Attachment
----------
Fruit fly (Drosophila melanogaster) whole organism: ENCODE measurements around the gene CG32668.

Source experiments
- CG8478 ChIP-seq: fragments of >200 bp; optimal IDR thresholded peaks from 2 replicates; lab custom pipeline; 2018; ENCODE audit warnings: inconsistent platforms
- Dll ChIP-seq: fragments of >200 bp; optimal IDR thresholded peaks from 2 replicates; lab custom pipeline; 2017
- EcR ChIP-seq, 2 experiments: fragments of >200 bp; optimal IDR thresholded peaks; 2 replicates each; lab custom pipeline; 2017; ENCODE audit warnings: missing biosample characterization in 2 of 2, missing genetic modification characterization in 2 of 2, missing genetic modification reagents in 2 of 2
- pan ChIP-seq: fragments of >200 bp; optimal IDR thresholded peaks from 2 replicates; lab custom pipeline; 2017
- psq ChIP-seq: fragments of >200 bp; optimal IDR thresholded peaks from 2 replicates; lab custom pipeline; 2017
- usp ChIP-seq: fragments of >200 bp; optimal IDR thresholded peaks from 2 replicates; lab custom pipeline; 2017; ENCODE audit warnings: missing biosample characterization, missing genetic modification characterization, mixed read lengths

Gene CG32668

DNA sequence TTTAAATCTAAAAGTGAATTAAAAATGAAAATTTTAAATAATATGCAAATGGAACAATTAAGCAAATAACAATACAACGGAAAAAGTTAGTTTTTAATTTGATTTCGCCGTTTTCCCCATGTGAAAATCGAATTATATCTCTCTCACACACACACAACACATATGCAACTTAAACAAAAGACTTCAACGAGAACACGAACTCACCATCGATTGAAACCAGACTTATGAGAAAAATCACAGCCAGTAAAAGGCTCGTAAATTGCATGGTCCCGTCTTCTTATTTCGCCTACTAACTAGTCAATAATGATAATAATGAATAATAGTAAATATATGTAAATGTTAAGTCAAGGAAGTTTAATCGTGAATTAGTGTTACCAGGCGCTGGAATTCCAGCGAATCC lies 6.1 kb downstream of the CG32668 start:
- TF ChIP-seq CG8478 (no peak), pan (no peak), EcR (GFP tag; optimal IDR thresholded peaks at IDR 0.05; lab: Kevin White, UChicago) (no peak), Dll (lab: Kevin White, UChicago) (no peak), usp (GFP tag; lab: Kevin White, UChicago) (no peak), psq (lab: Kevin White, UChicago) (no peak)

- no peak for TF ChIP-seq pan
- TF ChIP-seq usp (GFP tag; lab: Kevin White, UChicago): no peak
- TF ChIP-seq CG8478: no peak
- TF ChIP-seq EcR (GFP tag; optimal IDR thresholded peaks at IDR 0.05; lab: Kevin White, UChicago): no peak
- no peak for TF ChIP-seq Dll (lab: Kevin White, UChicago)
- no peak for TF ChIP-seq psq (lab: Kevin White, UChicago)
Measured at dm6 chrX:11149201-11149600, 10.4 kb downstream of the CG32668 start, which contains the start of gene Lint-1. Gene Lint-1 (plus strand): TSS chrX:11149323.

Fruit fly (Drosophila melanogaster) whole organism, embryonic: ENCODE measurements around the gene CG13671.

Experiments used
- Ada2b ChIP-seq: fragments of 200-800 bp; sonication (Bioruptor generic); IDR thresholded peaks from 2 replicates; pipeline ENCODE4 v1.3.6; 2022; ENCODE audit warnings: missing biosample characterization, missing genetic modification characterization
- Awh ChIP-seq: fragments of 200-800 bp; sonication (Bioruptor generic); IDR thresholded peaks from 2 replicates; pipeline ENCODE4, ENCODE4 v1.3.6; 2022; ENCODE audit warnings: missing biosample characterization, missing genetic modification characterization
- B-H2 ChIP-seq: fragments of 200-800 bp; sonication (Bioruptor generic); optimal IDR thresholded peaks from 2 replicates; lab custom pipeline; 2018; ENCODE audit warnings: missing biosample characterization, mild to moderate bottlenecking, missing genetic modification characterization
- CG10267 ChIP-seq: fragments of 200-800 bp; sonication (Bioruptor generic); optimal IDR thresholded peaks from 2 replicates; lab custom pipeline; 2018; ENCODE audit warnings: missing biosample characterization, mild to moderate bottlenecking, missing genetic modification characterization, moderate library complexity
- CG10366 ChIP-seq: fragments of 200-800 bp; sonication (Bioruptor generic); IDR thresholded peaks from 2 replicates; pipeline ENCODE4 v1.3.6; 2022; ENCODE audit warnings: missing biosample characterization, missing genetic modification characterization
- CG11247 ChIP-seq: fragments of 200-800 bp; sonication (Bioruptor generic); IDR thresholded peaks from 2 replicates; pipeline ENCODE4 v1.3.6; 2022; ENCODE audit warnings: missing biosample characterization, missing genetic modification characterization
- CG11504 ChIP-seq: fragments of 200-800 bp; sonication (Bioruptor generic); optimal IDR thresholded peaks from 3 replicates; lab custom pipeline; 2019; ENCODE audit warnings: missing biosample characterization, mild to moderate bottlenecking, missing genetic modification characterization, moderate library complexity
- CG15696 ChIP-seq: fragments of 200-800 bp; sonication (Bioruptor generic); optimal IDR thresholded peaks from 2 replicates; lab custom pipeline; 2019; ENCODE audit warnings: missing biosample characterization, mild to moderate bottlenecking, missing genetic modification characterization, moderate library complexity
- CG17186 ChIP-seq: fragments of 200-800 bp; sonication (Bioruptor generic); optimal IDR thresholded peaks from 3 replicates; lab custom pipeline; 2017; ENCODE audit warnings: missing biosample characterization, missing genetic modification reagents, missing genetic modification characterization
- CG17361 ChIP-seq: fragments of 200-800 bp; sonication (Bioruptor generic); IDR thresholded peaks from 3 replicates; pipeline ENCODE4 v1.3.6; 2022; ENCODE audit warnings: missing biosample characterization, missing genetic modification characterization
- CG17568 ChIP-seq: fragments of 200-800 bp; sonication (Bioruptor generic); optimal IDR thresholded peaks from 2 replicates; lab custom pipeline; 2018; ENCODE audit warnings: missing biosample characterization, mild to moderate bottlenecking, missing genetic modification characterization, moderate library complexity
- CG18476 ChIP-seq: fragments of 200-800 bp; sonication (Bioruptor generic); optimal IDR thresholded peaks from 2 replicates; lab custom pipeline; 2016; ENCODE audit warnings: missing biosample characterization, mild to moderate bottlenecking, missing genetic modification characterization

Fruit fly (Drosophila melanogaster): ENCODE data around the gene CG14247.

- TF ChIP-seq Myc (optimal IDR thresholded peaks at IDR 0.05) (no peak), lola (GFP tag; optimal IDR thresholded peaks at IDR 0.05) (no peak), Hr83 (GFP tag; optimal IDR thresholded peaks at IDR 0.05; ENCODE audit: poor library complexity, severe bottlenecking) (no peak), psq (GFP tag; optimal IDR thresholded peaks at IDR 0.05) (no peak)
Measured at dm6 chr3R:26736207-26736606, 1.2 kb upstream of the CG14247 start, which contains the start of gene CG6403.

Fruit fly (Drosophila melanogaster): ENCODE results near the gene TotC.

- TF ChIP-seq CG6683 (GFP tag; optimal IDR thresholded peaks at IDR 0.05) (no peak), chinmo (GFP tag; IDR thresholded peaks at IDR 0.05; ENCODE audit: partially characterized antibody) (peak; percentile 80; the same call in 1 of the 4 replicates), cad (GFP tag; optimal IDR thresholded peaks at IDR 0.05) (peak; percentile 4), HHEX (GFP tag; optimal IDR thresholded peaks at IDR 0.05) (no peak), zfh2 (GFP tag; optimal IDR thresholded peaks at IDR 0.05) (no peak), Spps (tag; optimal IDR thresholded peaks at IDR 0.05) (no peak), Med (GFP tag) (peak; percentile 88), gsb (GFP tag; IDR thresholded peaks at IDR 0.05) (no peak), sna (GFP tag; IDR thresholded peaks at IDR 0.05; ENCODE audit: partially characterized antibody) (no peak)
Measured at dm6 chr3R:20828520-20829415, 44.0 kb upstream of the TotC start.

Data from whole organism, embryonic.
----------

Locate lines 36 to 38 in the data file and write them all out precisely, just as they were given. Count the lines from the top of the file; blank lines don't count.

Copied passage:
Fruit fly (Drosophila melanogaster): ENCODE results near the gene TotC.

- TF ChIP-seq CG6683 (GFP tag; optimal IDR thresholded peaks at IDR 0.05) (no peak), chinmo (GFP tag; IDR thresholded peaks at IDR 0.05; ENCODE audit: partially characterized antibody) (peak; percentile 80; the same call in 1 of the 4 replicates), cad (GFP tag; optimal IDR thresholded peaks at IDR 0.05) (peak; percentile 4), HHEX (GFP tag; optimal IDR thresholded peaks at IDR 0.05) (no peak), zfh2 (GFP tag; optimal IDR thresholded peaks at IDR 0.05) (no peak), Spps (tag; optimal IDR thresholded peaks at IDR 0.05) (no peak), Med (GFP tag) (peak; percentile 88), gsb (GFP tag; IDR thresholded peaks at IDR 0.05) (no peak), sna (GFP tag; IDR thresholded peaks at IDR 0.05; ENCODE audit: partially characterized antibody) (no peak)
Measured at dm6 chr3R:20828520-20829415, 44.0 kb upstream of the TotC start.